supermarket alcohol
Furnished with plush interiors and some women-friendly magazines, the store was inaugurated in October at Star City Mall (Representational image) Reuters

India's capital New Delhi has got its first women-only liquor store. Buying alcohol for women in the city has always been problematic as they have often complained of being groped, harassed, or stared at. To make them feel safe and comfortable, a mall in east Delhi came up with the idea.

Furnished with plush interiors, a comfortable sofa and and some women-friendly magazines, the store was inaugurated in October at Star City Mall. Alcohol stocks at the store include tequila and vodka, which is mostly preferred by women.

The staff also includes only women employees, with women security guards and a sales representative, Beena Sharma, who is thankful for not having to deal with men at the store.

"Lots of women come here looking for vodka, wine and champagne. Some buy whiskey as well. Sometimes if they come with male companions they buy beer too. But girls generally prefer tequila," she told the Indian Express.

Businessman Rohit Arora, who owns multiple liquor stores including the one at Star City Mall said, "Even though sales have been mediocre, with just 10-15 transactions a day it is just a matter of four-six months before things pick up. More and more people are getting to know about it and word is spreading about the presence of such a shop." He plans to open a similar store in the western part of the city next year.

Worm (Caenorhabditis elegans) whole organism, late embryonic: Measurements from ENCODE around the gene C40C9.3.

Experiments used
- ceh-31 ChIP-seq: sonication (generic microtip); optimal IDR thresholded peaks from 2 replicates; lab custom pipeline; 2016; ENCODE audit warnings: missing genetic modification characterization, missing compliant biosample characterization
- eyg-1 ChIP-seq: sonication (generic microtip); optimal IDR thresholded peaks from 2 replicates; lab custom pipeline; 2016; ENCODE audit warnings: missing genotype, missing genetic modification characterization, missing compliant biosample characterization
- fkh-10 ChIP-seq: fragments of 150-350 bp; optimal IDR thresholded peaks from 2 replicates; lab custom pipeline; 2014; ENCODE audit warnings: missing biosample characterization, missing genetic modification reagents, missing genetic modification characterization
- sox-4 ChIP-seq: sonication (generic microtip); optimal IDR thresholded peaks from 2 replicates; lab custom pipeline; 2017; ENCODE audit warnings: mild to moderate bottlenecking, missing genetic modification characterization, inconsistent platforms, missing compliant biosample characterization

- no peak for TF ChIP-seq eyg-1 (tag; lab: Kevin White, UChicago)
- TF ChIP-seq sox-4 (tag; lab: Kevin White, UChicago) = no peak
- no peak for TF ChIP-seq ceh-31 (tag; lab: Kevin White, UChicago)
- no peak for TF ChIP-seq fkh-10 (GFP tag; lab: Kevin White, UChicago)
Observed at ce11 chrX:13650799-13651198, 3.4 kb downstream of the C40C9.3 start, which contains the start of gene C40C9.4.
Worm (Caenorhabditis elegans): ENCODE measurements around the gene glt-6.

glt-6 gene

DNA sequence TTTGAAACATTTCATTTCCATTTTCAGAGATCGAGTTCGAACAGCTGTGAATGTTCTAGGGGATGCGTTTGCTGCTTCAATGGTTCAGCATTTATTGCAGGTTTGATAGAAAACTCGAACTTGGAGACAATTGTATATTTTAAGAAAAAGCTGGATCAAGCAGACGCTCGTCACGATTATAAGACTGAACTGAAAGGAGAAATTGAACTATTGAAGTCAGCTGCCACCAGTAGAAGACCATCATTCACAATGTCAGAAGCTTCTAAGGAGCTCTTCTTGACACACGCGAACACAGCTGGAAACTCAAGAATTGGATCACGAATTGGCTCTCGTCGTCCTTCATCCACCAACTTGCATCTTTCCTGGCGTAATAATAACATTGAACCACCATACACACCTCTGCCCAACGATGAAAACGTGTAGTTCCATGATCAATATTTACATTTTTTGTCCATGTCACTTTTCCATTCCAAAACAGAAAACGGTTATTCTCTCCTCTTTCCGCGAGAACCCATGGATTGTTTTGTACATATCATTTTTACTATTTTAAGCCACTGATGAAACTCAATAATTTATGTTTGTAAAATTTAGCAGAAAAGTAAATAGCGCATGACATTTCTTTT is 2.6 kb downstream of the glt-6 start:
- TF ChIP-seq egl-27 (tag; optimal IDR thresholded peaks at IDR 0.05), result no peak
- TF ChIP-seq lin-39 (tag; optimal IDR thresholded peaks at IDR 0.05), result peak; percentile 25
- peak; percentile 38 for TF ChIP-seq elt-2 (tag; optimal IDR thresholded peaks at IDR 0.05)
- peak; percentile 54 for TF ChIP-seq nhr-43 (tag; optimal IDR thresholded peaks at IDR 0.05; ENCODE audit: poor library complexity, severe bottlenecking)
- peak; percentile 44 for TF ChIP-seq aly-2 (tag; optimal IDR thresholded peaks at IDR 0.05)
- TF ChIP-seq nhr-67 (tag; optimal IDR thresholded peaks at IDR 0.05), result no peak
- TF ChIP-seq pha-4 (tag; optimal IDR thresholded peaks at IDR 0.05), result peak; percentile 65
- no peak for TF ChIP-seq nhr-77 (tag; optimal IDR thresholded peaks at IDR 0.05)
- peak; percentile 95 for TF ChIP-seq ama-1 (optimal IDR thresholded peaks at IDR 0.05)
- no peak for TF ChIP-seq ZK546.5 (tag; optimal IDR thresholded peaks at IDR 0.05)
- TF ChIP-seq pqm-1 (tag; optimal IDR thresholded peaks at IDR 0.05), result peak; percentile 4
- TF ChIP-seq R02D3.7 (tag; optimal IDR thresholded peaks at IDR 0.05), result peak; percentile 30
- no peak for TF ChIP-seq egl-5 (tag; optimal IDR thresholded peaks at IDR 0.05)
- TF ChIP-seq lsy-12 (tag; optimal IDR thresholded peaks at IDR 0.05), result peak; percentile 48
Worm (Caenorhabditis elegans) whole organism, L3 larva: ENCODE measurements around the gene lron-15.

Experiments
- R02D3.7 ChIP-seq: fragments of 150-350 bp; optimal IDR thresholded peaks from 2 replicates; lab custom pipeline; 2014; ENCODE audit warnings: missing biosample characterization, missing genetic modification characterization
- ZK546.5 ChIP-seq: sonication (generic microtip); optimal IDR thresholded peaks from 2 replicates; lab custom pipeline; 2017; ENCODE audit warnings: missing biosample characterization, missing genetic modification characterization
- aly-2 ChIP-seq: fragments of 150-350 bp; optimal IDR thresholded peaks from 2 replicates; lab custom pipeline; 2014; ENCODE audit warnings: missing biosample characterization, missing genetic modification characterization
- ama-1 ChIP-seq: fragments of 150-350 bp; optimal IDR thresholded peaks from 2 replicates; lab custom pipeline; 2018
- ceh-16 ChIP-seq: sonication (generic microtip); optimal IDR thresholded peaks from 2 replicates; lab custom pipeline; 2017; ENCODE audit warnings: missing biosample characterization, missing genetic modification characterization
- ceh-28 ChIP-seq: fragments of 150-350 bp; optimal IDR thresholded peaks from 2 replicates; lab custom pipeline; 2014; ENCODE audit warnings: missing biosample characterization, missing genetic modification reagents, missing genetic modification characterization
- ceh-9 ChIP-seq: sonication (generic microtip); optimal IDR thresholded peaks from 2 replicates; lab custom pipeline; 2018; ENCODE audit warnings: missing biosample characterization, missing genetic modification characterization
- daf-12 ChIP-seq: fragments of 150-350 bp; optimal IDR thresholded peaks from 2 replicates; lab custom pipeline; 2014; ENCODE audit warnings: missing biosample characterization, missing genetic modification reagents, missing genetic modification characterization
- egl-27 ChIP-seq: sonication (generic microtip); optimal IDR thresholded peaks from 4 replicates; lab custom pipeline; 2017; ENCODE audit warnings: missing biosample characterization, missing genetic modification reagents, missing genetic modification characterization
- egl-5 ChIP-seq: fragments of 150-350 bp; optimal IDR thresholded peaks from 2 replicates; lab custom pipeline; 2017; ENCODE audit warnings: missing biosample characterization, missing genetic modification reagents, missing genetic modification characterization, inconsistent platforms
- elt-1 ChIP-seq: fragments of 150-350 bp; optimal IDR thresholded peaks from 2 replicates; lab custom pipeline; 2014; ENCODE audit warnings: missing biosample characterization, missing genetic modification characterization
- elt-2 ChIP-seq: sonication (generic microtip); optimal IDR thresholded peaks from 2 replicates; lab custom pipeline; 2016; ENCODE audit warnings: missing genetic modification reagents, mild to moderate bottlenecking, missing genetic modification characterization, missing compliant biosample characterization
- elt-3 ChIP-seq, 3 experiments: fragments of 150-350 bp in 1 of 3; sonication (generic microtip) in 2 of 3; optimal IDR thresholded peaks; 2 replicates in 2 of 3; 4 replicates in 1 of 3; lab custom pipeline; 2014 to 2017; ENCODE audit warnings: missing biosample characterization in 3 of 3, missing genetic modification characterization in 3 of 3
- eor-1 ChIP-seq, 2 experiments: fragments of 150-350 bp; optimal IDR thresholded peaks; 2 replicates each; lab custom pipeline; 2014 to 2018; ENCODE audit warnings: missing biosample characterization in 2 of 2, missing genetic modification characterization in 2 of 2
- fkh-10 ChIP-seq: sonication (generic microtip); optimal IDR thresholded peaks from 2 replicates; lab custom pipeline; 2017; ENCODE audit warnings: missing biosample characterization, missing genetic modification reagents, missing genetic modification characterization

Those who visited the store had mixed reactions with some welcoming the idea, while others were of the view that it is a regressive step that "requires reservation for women based on their gender".

Priyanka Patel, a finance executive who recently discovered the store spoke told IBTimes UK: "This is a welcome change and much needed. Although there are some big liquor stores which are safe and comfortable to walk in to, majority of the shops are either dingy or even if they are big have only men, both behind the counter and in front of it. The most uncomfortable part is people staring and some even passing judgments and commenting while you purchase liquor. That's why mostly we have to depend on male friends to get booze for us or accompany us which makes us feel confined."

A Delhi University student, Amrita Mukherjee, however feels differently. She said, "This is not a solution it's rather regressive. Are we going to compartmentalise women like this in every sphere. It is bad enough we still have ladies coupes in trains and reserved seats in buses only because men in the country do not know how to behave. There are other big shops which are equally good but what is required everywhere is the attitude and behaviour of the men to change and not guard us at every step."

While liquor consumption is banned in some states in the country, there are no rules forbidding women from drinking alcohol in India.